If we can avoid these red flags, we’ll be safe from bad situations.
But sometimes, we still might get bamboozled. (I did.) Then what do we do?
A smooth-talking wedding deejay found me online. Of course, looking back now, I realize he was “too smooth.” Yes, I should have heard the giant red-flagging subwoofers a mile away, but … I didn’t. He needed help writing his website copy, and I agreed.
Here’s brief rundown:
- He said, “If we can keep it to $600, I’d appreciate it.” So I did.
- He said, “Can I pay less up front?” So I billed 25% instead of 50%.
- I sent an agreement with the deadline of September 1, 2011.
- Halfway through the project, his response time lagged.
- September came and he told me he had to switch design firms.
- October, November, December, January, no response.
- I emailed. I left messages. I said, “I’d love to finalize this project. Please call me back.”
- His website was up … with the copy I wrote. Still no response.
- Finally, I said, “I’m sending the final invoice,” and I did.
- And I followed up, again, and again, and again.
- It seemed he was trying to skip the bill.
- I got in touch with his assistant, and followed up with her—again, and again.
- Obviously annoyed by me not just going away, I received an extremely rude email from him.
He owed me $450. But since his going missing prevented me from completing the last outstanding pages, I suggested he pay $300. He said, “I’m NOT going to pay $300 – if you want any monies, I suggest you take my $150 while it’s still on the table!”
Wow. It was like a smack in the face. He was nice in the beginning. He got what he wanted. Then he went missing.
I felt like crying. I felt angry. I felt nauseated. I questioned whether or not I was a failure. Was this my fault? The feelings crept up in my stomach, my throat.
Alas, this post isn’t about this unprofessional meanie.
It’s about me—and how I dealt with this situation.
I spared myself the negative feelings, the crying, the anger, the nausea. His rudeness wasn’t because of me—it was because of him. I momentarily felt bad for him. (How could he treat someone this way?) I momentarily felt bad for his other vendors. (Has he done this before?) I took five minutes to contemplate—and then I moved on.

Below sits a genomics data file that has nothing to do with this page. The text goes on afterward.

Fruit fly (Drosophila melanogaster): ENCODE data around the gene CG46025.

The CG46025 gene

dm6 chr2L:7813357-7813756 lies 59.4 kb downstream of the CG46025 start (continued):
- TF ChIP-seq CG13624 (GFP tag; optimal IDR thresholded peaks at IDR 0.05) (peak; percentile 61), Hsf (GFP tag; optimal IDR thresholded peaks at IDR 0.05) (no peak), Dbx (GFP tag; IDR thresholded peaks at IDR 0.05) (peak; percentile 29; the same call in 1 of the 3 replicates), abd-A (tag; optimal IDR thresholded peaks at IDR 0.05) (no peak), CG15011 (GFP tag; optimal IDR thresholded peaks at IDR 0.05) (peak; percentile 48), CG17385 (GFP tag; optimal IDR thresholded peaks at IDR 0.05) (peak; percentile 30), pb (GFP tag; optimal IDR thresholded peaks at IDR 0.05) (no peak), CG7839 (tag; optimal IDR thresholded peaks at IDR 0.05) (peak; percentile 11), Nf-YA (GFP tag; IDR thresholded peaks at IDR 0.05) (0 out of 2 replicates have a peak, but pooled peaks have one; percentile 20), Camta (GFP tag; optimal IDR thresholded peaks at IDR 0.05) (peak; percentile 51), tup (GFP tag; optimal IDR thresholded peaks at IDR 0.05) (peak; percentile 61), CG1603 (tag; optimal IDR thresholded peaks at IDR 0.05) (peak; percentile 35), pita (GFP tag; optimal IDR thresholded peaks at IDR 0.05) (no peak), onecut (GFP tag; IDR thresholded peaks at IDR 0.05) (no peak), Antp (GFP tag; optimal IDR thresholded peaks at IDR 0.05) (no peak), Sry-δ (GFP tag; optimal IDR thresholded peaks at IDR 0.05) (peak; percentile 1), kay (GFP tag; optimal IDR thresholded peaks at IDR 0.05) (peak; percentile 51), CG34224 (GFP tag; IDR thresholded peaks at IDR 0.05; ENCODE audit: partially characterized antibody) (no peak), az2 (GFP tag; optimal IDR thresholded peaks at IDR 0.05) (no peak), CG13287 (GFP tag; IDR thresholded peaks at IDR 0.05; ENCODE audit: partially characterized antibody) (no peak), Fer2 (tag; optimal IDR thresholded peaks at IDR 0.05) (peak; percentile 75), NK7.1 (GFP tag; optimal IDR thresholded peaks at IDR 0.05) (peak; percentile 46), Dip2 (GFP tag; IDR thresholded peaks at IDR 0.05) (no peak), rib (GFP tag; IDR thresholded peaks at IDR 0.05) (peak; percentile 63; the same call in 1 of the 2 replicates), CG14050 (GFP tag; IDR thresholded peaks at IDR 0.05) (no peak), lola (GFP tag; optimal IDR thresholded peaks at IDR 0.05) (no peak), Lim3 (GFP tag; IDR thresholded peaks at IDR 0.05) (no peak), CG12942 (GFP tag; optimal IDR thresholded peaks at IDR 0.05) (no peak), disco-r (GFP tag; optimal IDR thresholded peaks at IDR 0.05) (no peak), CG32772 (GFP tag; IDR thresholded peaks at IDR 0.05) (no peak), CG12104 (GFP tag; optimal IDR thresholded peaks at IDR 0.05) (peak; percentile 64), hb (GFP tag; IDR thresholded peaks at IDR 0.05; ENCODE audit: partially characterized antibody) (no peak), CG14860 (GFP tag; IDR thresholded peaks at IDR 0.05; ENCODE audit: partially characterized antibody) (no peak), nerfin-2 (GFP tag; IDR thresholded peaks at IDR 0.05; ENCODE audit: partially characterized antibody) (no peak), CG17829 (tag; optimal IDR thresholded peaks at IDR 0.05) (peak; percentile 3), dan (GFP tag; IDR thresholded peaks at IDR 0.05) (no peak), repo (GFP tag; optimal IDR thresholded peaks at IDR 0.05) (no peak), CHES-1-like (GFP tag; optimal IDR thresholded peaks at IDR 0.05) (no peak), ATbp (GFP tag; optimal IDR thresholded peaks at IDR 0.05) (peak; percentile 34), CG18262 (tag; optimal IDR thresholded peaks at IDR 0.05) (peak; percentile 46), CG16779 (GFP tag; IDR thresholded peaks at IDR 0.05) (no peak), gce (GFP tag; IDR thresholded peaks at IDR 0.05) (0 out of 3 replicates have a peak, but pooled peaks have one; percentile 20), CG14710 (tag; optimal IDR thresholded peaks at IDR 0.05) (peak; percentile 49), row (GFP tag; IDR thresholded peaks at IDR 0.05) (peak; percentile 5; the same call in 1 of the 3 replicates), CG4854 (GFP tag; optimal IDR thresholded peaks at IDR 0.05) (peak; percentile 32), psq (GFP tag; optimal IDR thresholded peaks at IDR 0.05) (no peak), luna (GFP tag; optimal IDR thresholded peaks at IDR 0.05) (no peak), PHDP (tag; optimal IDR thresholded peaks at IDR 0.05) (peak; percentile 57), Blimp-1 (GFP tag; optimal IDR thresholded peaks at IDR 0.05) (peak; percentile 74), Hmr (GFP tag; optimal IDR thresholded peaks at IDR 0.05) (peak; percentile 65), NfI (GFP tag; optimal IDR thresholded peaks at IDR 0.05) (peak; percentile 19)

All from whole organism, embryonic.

I’ve written before about how there’s no room for (negative) feelings in business. This was one of those days.
No matter how good, creative, professional and accommodating we are—we can’t change other people. If this guy wanted to treat me like crap, my getting upset wasn’t going to fix anything.
What did I do?
I bit my tongue, and I said, “Sure. It was a pleasure doing business with you.” He paid the $150 and I learned my lesson. Yes, my lesson is about paying attention to the red flags, but beyond that, it’s about NOT internalizing, and it’s about moving on.
Take the good, leave the bad. Because no matter how hard we try, sometimes a jerky wedding deejay might sneak past the radar, and we can’t break down because of it.
What might I have done differently?
I would have noticed the red flags:
- He found me online, and had never worked with a copywriter before.
- He wasn’t my usual client (I usually work with web designers).
- He wanted “the works” for a lowered price.
- He asked me to lower the initial payment.
- He sounded “too smooth.”
But here’s the thing: even if I’d noticed these things, I’m still not sure it would have stopped me. I would have never predicted this outcome, even now.
What could I have done differently and when? Would you recommend different policies for first-time clients?
BTW: If this is something you struggle with, come to CFC in June in Boston and hear Marcia Hoeck on “Skillful Communication with Clients.”